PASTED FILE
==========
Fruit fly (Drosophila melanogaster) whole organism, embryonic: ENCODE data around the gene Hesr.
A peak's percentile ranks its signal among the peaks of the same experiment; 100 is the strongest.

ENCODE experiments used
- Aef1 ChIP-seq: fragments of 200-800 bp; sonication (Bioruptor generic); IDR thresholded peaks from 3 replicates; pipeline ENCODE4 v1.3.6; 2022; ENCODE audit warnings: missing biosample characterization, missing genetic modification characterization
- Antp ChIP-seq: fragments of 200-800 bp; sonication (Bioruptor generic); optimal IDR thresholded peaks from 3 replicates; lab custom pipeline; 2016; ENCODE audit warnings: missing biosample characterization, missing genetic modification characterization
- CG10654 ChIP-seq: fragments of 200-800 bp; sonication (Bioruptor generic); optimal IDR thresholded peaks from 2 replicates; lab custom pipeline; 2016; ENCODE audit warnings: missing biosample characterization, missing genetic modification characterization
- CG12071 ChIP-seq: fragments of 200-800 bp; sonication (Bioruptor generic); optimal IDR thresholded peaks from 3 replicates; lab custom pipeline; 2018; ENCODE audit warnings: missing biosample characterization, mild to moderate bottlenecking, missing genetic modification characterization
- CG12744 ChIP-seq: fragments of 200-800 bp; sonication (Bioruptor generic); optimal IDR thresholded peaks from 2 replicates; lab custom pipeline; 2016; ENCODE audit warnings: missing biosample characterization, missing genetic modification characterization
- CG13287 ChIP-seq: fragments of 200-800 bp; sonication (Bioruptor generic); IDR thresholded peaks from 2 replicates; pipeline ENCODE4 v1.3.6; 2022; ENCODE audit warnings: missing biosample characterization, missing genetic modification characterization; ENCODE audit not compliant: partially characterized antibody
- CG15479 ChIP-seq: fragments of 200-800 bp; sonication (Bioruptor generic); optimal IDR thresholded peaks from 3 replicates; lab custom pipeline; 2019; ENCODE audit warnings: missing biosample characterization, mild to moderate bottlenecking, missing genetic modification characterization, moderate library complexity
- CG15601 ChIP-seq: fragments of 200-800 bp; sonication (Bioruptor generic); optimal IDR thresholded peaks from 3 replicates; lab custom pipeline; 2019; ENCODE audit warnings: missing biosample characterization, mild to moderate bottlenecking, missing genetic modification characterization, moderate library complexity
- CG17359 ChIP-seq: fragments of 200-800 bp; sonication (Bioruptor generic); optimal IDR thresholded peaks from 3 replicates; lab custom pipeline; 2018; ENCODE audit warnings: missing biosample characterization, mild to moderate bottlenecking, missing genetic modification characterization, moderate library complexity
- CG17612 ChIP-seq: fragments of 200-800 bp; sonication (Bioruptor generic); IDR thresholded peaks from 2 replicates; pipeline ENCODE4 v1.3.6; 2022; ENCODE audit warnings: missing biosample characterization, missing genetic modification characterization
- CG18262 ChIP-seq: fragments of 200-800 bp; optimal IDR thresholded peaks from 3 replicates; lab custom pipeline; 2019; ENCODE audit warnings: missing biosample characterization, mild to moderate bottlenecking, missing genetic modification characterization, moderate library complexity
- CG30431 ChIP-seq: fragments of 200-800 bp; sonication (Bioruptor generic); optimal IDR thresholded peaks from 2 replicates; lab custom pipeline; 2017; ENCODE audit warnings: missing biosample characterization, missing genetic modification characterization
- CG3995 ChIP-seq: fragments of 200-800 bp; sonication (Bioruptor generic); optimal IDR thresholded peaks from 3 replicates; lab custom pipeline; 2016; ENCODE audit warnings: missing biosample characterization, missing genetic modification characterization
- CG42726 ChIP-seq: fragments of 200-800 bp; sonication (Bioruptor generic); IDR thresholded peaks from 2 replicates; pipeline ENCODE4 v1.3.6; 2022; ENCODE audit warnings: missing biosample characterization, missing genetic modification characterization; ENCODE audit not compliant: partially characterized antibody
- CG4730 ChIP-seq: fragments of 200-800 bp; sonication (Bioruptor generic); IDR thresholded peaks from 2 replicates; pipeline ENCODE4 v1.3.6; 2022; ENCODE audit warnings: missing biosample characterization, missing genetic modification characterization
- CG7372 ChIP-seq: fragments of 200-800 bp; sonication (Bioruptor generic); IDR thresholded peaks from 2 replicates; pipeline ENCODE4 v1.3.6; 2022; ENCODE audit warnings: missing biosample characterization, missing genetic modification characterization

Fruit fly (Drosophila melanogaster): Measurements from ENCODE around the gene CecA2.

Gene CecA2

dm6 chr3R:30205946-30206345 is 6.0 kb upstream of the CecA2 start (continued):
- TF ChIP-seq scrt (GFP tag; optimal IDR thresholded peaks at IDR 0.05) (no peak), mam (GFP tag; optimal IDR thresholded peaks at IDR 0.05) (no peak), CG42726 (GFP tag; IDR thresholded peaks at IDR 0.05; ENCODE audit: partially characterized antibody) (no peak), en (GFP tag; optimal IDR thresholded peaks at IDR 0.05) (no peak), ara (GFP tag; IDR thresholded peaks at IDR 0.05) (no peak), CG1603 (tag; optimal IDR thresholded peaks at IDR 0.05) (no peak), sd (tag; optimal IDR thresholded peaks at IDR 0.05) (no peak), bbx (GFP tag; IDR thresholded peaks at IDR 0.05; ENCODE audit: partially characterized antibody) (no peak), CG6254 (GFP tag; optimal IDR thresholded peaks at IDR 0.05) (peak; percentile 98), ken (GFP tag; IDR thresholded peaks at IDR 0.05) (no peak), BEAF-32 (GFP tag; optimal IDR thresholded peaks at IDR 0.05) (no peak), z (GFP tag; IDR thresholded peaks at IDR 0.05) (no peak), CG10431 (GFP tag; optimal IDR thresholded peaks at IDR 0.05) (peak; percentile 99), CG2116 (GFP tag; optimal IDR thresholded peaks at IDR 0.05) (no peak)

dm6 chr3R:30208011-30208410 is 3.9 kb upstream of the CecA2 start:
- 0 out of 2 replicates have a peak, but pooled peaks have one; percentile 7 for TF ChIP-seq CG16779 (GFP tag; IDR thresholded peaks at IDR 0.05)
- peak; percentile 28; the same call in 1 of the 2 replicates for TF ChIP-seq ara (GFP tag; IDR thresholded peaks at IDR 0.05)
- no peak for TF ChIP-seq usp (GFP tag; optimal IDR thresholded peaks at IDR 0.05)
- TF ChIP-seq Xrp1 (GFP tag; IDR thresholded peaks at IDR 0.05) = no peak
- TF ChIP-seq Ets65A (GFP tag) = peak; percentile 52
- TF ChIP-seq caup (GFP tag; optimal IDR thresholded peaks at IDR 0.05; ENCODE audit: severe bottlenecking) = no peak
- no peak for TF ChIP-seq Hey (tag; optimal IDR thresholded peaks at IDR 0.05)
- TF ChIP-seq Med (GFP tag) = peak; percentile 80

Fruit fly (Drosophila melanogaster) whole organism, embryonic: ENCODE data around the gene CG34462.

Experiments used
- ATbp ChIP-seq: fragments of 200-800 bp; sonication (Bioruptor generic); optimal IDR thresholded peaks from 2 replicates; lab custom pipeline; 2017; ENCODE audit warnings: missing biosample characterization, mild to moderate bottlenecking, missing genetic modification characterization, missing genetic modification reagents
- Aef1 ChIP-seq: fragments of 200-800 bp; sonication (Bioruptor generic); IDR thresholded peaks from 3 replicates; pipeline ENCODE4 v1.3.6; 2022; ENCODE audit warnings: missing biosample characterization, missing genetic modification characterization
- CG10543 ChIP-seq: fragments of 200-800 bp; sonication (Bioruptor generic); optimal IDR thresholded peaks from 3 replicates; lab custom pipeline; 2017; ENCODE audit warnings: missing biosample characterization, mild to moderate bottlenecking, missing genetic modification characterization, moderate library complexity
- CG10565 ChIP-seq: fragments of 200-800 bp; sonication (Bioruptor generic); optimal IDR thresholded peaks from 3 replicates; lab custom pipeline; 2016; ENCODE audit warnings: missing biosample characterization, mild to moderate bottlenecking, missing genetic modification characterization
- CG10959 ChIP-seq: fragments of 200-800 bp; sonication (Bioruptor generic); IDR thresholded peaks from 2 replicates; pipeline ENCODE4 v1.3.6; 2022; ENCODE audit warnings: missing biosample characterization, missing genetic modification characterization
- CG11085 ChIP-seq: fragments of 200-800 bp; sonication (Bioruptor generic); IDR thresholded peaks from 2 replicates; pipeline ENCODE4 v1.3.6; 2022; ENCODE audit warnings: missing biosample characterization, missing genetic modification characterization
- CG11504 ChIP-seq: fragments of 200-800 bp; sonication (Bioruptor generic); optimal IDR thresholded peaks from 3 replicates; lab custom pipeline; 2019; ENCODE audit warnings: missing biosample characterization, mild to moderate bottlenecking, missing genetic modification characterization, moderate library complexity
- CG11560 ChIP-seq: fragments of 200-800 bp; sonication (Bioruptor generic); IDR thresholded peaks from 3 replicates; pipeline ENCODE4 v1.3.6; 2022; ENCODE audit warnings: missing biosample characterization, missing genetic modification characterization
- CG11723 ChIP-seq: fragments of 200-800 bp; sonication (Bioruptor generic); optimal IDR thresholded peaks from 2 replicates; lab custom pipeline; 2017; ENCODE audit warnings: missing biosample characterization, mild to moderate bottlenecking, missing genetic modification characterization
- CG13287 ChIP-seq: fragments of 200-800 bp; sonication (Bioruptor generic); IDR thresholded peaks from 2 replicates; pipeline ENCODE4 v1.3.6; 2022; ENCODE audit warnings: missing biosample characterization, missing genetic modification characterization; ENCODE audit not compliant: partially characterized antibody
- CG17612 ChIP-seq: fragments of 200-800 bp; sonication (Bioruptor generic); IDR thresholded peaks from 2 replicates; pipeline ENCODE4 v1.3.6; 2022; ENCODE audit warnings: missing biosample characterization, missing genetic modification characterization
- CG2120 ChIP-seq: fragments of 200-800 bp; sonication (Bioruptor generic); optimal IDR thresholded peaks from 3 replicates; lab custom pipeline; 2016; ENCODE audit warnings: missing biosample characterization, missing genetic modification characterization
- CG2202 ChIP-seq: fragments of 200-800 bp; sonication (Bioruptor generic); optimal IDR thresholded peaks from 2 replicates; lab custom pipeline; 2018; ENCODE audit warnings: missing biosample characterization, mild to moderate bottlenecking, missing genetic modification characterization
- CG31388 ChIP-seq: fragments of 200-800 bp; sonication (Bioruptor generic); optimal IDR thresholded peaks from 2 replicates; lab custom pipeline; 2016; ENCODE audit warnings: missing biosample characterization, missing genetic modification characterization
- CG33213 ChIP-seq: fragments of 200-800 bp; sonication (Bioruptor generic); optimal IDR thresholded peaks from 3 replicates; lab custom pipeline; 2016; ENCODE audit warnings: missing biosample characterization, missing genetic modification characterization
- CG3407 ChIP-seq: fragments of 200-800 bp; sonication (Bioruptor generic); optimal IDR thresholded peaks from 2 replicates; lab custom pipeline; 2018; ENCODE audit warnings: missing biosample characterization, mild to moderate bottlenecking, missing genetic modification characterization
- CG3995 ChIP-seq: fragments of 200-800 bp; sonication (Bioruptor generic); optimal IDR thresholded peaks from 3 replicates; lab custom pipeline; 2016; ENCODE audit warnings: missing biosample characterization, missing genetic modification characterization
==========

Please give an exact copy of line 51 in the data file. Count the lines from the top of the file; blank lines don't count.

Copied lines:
- CG3995 ChIP-seq: fragments of 200-800 bp; sonication (Bioruptor generic); optimal IDR thresholded peaks from 3 replicates; lab custom pipeline; 2016; ENCODE audit warnings: missing biosample characterization, missing genetic modification characterization